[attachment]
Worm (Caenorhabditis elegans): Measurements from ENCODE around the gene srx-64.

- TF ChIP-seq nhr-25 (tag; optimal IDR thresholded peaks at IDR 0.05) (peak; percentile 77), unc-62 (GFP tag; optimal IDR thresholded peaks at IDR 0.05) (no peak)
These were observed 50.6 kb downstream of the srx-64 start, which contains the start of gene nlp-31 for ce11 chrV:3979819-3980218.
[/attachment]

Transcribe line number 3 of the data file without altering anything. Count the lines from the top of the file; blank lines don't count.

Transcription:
These were observed 50.6 kb downstream of the srx-64 start, which contains the start of gene nlp-31 for ce11 chrV:3979819-3980218.